New pay-per-use equipment as a service model will be offered on AI-, IoT-based smart scrubber and other clean tech to lower operating costs and increase efficiency, says Ecospray chief executive Stefano Di Santo
When it comes to the price tag for decarbonisation, you cannot blame shipowners if they have sticker shock. To cut greenhouse gas emissions from international shipping by 50% by 2050, shipowners will invest an estimated US$1.65Tn over the next 30 years. Compounding the path to decarbonisation is that the carbon-neutral fuels and the technologies to use those fuels are not yet commercialised.
“Given the complexity of the topic, the whole shipping industry is pondering the right path,” Ecospray Technologies chief executive Stefano Di Santo told Marine Propulsion. “Currently, there is no ready-to-market solution we can use to tackle the decarbonisation challenge.” But Mr Di Santo believes the successful path starts by creating partnerships to spur “innovation, research and collaboration.”
A leader in marine emission cleaning technology and part of Carnival Corp since 2013, Italy’s Ecospray Technologies has increasingly focused on developing and commercialising disruptive technologies for reducing emissions and lowering fuel consumption in the marine sector.
This disruptive, ‘Industry 4.0’ approach is evident in its smart scrubber. While exhaust gas cleaning systems (EGCS) are not new, the smart scrubber is an IoT-based system, optimised using artificial intelligence to lower operating costs and increase efficiency. The smart scrubber is an outgrowth of a partnership with Berlin-based IT specialist relayr.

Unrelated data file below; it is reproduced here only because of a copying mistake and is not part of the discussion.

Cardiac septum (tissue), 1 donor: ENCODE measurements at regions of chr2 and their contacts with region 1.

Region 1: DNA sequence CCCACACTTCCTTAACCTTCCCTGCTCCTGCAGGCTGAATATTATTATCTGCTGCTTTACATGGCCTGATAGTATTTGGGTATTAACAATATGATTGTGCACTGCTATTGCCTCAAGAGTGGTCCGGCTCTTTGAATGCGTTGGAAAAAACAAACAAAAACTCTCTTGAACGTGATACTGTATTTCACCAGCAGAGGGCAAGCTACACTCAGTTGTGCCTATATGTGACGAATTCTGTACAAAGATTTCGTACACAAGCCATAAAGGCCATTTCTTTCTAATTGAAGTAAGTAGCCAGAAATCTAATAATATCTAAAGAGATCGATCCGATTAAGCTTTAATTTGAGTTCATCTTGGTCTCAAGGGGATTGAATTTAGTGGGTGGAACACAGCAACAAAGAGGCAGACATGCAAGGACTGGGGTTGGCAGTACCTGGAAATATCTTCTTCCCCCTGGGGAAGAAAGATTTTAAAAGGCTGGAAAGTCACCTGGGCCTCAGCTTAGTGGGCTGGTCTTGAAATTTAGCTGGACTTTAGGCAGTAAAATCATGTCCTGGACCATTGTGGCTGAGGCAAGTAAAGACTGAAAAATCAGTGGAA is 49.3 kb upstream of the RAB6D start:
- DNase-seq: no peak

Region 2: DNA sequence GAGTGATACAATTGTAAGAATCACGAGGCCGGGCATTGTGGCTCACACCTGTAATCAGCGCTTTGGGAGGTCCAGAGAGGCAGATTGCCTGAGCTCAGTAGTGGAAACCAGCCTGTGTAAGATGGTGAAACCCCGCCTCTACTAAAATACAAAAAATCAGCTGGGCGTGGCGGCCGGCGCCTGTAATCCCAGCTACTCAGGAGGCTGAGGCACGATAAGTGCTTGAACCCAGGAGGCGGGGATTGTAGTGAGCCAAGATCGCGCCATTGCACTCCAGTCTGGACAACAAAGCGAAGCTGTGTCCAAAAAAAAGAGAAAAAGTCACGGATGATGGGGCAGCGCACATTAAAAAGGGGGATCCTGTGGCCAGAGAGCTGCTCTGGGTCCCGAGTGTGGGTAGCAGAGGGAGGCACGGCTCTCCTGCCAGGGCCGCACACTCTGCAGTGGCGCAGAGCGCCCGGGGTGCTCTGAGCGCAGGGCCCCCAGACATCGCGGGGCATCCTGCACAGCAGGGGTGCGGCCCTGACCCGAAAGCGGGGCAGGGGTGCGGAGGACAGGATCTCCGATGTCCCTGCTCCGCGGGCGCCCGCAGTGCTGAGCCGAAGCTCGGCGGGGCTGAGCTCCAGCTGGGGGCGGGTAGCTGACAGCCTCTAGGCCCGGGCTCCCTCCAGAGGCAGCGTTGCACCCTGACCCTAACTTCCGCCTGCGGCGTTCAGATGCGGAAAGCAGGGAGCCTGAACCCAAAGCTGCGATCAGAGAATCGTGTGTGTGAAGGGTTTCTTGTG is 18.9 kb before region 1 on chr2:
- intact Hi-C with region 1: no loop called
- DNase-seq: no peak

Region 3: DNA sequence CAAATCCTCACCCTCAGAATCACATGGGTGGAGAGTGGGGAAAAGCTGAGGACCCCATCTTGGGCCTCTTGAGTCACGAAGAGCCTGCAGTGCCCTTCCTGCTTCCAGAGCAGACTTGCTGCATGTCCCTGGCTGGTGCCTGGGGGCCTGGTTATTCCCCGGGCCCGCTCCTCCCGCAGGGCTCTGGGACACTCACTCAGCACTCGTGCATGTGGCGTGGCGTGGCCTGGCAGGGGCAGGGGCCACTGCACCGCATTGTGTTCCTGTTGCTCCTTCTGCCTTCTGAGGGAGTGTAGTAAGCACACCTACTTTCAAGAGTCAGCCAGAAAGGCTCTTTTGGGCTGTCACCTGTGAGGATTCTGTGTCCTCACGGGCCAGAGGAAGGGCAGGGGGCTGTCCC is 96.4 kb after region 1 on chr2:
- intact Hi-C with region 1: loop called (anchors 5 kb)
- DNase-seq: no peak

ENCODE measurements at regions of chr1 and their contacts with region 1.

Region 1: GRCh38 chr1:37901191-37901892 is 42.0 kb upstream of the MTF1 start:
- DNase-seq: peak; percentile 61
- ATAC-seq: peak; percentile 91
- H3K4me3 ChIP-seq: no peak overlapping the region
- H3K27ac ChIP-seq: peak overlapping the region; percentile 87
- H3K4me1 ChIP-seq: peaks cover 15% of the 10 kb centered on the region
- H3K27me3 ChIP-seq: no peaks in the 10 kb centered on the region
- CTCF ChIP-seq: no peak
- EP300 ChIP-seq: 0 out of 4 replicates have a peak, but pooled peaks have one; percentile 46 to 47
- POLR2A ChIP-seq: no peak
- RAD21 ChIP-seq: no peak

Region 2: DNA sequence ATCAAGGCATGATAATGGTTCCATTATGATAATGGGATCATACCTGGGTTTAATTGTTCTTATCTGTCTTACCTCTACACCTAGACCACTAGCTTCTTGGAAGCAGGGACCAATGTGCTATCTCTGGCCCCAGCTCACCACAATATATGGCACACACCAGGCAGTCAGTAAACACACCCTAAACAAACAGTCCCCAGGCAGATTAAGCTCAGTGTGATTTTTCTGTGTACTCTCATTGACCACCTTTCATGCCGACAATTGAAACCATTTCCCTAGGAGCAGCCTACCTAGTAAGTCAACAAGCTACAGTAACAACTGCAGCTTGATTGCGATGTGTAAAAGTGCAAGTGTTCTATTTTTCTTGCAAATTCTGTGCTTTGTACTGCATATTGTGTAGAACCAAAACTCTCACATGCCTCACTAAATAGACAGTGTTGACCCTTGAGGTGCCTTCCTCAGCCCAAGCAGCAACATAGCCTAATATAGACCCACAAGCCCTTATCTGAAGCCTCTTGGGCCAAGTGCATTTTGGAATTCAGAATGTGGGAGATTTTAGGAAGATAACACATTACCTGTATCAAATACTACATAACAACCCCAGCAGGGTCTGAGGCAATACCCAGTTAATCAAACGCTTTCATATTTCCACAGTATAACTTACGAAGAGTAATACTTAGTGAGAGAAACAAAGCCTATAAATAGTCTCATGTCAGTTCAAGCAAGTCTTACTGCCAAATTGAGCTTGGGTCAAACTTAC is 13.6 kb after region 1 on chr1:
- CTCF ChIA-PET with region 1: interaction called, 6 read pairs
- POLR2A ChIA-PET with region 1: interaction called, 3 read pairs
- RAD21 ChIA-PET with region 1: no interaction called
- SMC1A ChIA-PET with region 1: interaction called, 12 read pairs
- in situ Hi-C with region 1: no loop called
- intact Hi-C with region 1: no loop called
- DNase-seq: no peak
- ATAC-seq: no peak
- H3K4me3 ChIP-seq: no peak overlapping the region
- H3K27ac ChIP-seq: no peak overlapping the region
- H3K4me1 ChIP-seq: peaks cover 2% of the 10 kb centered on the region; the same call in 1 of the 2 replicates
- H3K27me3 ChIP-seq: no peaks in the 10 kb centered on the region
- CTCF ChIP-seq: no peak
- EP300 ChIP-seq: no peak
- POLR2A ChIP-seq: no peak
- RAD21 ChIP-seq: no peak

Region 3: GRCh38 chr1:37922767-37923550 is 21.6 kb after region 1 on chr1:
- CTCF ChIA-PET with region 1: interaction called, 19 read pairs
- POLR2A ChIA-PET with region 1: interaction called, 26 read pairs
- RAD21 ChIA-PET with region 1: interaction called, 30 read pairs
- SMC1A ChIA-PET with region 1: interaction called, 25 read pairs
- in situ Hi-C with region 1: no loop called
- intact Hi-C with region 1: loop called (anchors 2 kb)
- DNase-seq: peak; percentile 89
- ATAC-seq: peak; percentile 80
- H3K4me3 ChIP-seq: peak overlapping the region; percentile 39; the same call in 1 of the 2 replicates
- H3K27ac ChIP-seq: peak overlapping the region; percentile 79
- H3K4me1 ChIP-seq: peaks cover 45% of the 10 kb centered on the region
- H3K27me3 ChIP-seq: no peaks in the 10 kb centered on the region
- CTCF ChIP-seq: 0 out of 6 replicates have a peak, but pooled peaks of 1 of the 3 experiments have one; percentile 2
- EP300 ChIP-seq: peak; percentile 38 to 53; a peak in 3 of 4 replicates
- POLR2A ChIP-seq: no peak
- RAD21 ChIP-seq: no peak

“We will complete the installation of smart scrubbers on board three different types of ship – cruise, cargo and ferry – aiming to start a six-month data collection, allowing the AI to begin its machine learning process,” said Mr Di Santo.
Besides tackling industry technological hurdles, Mr Di Santo noted that Ecospray is addressing the financial ones, too. “The smart scrubber could be soon coupled with a new financial tool too, called IMO Warranty. Together with AI and the equipment as a service (EaaS) model, based on a pay-per-use offering, the IMO Warranty will ensure fuel savings for the shipowner, even in case of non-availability or non-compliance with the EGCS,” he said.
Shipboard carbon capture and storage (CCS) is seen as a promising technology for advancing shipping’s decarbonisation efforts, with scrubber technology playing a role in its development.
“This is exactly the technology we are investing in. We believe that CCS and EGCS is the most viable solution we can develop, with a high success rate, that is measurable and boasts certain benefits,” he said.
For over a year, Ecospray has been collaborating with academia and research institutes on developing its ‘carbon-friendly fuel cell’. Powered by hydrogen or methane, the fuel cell “is unique, as it reduces costs and environmental impact, coupling carbon capture with energy production simultaneously,” said Mr Di Santo. He believes it will be ready in 2023.
He said the carbon-friendly fuel cell aims to be “an answer to the problem by using the combined effect of carbon capture and power generation.” He pointed out that such technology represents “only one piece of a bigger puzzle,” requiring logistics and port management to transport and dispose of the captured CO2.
“Being able to capture and store CO2 on board will require a global network of operators who are capable of receiving, storing, and selling the final product,” he said.
As shipping moves towards its 2050 decarbonisation target date, Ecospray’s business model will be based on delivering technologies as a service, and new products – including fuel cells and CCS, “as well as technologies that turn waste into a resource, enhancing the value of discarded low-concentration methane and producing heat and power from landfill lean gas,” explained Mr Di Santo. “All our technologies are designed to achieve the zero-emissions target. This is because Ecospray has a clear vision in mind: to make clean energy a reality.”